Chinese study says Wuhan’s COVID infections 3 times higher than official figure


SHANGHAI (Reuters) – The number of people who have been infected with COVID-19 in the Chinese city of Wuhan, where the virus was first identified, could be around three times the official figure, according to a study conducted by Chinese researchers based in the city.

FILE PHOTO: People visit a street market, following the coronavirus (COVID-19) outbreak, in Wuhan, Hubei province, China September 2, 2020. REUTERS / Aly Song

The article, published Thursday by the journal PLOS Neglected Tropical Diseases, analyzed blood samples from more than 60,000 healthy individuals taken from areas of China from March to May 2020.

It found that 1.68% of those in Wuhan contained antibodies to SARS-CoV-2, the virus that causes COVID-19, compared to 0.59% in the surrounding province of Hubei and 0.38% in the rest of China.

With the city’s total population of more than 10 million, researchers estimated that up to 168,000 Wuhan residents were infected with the virus, up from the official number of 50,340 hospitalized cases.

The study suggested that at least two-thirds of the total number were asymptomatic and that thousands could have been infected after the “elimination” of clinical cases, increasing the possibility that the virus could exist in a community for a long time. without causing hospitalizations.

A separate study released by the China Center for Disease Control and Prevention (CDC) late last month put Wuhan’s “seroprevalence” rate, the percentage of the population with antibodies, even higher at 4. 43%, implying that around half a million people in the city could have been infected.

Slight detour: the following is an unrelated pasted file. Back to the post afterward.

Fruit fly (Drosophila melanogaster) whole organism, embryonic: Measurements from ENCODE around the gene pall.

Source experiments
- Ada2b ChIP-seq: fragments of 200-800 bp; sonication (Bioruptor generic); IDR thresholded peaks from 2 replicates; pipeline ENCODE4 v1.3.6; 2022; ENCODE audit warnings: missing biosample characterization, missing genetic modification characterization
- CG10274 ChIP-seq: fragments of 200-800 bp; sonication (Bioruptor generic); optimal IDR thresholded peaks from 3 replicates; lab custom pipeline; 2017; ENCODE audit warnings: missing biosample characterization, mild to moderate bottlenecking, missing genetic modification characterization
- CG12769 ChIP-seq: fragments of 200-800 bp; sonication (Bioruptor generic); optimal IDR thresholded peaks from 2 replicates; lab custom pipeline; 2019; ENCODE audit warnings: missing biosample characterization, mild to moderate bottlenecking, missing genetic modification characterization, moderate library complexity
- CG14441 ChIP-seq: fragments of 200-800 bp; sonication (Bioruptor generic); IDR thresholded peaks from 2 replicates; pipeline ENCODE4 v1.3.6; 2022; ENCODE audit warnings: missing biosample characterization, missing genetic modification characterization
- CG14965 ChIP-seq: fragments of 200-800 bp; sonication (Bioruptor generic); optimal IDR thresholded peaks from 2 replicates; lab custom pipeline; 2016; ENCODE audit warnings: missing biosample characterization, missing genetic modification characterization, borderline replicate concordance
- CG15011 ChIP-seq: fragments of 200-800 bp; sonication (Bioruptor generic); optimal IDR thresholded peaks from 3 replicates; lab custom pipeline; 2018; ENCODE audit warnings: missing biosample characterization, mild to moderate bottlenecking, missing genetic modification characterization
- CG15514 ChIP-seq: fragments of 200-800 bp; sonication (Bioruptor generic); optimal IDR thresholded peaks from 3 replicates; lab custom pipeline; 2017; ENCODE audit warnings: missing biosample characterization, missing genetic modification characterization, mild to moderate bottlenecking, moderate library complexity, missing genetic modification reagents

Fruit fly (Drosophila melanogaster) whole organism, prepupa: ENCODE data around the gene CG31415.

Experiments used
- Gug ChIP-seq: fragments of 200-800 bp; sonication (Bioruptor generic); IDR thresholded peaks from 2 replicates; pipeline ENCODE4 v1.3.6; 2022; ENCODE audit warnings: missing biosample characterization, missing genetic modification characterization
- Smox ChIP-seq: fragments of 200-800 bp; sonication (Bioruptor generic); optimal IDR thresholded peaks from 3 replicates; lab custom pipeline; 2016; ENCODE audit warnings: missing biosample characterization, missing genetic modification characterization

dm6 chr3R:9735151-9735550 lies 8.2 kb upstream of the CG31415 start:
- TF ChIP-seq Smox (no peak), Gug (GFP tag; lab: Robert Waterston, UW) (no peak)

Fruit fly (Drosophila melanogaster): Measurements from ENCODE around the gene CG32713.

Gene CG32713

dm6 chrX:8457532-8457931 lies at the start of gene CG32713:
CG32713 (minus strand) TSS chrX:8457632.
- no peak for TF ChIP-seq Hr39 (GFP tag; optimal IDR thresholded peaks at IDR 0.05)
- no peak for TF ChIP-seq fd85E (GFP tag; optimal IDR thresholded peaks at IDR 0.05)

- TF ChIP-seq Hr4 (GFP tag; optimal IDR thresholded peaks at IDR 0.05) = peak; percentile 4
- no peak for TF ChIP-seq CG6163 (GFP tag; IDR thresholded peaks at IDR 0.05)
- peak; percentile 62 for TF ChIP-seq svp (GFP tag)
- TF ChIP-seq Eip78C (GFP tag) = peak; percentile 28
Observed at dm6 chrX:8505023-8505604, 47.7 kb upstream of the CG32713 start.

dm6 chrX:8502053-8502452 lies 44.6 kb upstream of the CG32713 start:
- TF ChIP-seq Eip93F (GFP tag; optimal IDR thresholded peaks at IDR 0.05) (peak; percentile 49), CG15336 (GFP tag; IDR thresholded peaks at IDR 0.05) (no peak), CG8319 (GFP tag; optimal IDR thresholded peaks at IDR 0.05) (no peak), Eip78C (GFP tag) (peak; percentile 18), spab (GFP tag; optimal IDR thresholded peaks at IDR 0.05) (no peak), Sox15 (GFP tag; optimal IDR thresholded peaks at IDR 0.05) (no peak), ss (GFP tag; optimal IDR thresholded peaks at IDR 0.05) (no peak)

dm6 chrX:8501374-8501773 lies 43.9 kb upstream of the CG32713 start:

COVID-19 was identified in Wuhan at the end of 2019, with the first outbreak associated with a seafood market in the city. China finally locked down Wuhan and other cities in Hubei province on January 23, 2020, but critics say it should have acted sooner.

China has dismissed criticism of its early handling of the virus, and officials now point to overseas studies suggesting it was circulating in Europe several months before the Wuhan outbreak.

A team of 10 members of the World Health Organization were due to arrive in China this week to investigate the origins of COVID-19, but they have not yet been granted permission to enter the country.

The total number of confirmed cases of COVID-19 so far in mainland China now stands at 87,331, while the death toll has remained unchanged at 4,634.

Reporting by David Stanway; Edited by Michael Perry

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